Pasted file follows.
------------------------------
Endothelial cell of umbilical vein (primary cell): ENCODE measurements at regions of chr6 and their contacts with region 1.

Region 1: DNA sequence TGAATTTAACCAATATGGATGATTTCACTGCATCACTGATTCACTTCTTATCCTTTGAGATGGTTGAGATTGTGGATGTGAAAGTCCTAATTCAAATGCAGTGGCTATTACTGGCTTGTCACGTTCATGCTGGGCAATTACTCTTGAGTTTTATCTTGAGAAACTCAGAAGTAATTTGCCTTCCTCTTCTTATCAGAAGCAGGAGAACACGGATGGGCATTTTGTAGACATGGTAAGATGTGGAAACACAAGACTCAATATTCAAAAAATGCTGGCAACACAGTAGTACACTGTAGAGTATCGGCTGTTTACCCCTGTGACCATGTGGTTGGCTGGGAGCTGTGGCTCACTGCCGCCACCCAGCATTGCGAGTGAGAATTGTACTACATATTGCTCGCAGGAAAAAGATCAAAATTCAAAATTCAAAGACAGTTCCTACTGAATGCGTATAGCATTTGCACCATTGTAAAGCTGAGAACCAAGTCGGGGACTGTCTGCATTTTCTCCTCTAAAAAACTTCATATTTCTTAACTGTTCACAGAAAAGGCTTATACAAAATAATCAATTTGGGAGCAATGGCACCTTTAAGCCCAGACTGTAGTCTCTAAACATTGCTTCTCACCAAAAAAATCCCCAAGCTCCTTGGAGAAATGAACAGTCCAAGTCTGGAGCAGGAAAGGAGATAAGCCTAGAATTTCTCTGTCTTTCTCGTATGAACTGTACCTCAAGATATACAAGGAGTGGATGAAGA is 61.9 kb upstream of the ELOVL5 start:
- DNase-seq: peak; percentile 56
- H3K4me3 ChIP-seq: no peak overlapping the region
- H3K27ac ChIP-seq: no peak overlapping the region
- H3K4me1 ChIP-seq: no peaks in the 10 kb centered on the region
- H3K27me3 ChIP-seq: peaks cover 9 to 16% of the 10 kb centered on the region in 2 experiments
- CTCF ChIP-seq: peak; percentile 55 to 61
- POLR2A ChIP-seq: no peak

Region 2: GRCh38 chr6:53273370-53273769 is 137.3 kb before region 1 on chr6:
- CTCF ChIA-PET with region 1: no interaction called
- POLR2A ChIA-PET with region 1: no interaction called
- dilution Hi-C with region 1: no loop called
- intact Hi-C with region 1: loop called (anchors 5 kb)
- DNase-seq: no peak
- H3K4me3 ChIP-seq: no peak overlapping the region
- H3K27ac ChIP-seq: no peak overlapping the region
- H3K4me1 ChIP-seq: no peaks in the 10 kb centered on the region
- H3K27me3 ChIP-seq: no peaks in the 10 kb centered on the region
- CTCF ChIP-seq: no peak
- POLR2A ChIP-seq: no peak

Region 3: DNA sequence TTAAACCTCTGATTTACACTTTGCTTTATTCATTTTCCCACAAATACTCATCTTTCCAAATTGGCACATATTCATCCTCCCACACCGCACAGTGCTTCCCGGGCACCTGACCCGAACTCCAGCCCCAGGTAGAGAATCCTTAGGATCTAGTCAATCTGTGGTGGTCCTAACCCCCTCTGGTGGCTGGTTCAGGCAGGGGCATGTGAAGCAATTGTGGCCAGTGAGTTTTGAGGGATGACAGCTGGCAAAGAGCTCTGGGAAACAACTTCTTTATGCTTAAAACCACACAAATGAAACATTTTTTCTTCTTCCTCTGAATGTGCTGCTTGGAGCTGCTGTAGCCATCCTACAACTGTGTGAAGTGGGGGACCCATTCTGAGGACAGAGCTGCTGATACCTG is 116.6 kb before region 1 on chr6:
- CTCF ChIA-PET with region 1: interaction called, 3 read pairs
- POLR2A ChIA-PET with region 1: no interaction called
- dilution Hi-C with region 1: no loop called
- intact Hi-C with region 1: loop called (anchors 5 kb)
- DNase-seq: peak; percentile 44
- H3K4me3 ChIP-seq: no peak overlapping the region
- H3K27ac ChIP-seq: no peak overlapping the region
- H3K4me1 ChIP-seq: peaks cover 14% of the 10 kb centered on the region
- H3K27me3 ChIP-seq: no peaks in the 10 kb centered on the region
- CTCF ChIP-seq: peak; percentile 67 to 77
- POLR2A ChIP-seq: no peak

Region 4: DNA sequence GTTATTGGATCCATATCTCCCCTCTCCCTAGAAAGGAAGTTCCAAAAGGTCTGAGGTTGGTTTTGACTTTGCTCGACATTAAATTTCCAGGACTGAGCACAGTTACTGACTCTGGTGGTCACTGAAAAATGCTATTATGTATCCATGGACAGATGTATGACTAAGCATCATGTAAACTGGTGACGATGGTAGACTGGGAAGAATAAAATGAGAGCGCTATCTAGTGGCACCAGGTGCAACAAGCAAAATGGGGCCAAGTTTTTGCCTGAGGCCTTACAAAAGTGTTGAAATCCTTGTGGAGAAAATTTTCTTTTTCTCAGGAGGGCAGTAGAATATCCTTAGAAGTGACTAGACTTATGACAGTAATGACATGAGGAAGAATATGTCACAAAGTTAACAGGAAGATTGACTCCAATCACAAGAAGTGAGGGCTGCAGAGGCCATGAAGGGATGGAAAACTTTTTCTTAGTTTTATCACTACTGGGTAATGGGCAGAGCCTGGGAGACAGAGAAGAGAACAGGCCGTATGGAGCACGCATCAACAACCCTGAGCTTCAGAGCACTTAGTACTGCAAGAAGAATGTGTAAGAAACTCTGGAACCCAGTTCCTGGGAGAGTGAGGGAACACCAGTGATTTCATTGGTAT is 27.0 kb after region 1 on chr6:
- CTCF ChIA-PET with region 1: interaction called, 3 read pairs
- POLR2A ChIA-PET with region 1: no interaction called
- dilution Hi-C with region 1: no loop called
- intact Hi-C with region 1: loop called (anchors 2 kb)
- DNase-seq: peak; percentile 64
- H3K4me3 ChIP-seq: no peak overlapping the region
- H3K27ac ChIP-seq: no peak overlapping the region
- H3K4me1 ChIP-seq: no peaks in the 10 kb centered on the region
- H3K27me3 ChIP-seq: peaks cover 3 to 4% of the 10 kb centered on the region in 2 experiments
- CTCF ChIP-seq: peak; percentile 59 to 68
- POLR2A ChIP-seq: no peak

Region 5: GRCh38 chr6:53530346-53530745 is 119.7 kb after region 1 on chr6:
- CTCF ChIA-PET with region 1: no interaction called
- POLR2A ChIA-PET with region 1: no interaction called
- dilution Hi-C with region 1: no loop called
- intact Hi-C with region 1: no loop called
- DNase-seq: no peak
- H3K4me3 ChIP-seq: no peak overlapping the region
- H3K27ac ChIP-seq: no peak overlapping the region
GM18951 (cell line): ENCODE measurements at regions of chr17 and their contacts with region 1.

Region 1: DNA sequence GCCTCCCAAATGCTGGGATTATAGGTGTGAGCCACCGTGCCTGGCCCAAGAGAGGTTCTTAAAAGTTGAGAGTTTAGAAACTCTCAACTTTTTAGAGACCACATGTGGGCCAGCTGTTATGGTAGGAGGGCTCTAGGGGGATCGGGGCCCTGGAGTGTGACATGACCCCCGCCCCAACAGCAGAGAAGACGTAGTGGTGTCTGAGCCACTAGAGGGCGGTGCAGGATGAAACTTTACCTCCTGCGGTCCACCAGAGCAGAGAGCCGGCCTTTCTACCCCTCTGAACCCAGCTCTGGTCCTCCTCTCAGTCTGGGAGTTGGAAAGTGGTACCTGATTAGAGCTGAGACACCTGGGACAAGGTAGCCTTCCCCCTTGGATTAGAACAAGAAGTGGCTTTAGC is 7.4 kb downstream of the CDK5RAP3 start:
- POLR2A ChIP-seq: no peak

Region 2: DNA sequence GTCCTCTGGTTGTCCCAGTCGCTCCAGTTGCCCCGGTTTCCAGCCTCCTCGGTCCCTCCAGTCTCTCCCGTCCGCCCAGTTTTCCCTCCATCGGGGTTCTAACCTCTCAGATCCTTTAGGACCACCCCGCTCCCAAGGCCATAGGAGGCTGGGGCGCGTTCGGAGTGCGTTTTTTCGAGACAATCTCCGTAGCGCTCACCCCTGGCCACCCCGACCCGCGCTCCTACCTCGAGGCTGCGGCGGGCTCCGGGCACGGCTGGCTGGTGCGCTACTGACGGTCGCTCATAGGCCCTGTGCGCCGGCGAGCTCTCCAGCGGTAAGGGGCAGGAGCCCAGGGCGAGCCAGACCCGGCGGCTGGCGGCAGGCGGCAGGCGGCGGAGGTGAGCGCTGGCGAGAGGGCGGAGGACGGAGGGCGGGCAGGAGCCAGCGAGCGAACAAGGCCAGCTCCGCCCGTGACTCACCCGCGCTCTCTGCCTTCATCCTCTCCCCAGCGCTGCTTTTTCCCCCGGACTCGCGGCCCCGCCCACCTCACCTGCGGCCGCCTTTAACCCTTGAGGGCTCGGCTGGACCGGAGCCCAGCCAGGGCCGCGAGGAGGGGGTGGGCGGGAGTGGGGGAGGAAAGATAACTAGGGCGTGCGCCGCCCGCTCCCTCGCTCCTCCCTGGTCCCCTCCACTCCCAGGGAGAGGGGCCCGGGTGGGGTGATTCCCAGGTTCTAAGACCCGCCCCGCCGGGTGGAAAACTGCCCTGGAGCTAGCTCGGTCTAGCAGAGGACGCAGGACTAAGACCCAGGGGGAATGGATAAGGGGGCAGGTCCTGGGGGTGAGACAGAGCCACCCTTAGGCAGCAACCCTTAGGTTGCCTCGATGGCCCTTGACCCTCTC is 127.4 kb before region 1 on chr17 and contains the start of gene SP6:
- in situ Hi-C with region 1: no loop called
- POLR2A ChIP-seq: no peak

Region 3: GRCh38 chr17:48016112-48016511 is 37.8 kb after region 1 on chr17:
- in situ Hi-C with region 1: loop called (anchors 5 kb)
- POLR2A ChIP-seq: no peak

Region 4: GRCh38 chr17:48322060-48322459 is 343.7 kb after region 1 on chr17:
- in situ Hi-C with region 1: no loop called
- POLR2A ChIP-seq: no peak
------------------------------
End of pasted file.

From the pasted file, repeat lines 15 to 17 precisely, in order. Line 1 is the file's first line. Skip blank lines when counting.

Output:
- DNase-seq: no peak
- H3K4me3 ChIP-seq: no peak overlapping the region
- H3K27ac ChIP-seq: no peak overlapping the region